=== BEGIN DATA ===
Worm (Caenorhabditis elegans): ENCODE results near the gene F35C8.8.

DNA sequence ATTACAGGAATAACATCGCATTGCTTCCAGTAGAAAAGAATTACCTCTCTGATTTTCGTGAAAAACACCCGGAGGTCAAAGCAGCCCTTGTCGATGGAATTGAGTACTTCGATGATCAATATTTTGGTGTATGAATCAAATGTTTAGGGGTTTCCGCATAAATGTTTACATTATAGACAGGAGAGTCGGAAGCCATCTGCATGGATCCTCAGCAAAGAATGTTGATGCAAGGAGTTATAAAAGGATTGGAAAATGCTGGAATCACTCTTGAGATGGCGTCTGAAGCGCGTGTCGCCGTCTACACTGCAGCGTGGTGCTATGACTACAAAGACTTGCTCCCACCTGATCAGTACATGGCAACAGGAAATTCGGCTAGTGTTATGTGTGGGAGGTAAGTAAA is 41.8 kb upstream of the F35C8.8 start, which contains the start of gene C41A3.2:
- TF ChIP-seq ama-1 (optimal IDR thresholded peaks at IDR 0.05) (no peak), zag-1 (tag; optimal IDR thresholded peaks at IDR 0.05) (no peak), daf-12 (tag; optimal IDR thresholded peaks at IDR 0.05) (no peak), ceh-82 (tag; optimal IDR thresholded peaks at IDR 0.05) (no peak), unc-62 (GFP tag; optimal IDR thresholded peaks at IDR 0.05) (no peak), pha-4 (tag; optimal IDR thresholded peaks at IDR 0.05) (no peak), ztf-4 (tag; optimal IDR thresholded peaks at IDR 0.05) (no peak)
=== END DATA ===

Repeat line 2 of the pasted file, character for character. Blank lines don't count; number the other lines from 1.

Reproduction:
DNA sequence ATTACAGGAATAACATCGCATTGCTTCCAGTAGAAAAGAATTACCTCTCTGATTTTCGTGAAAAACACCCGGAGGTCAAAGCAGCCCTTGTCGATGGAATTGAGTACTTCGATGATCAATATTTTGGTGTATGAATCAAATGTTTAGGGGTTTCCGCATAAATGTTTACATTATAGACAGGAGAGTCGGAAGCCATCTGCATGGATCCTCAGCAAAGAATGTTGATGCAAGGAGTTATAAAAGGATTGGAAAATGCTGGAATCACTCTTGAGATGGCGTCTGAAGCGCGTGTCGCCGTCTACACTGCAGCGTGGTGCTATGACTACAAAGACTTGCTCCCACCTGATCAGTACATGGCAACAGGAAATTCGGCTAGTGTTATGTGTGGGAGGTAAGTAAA is 41.8 kb upstream of the F35C8.8 start, which contains the start of gene C41A3.2: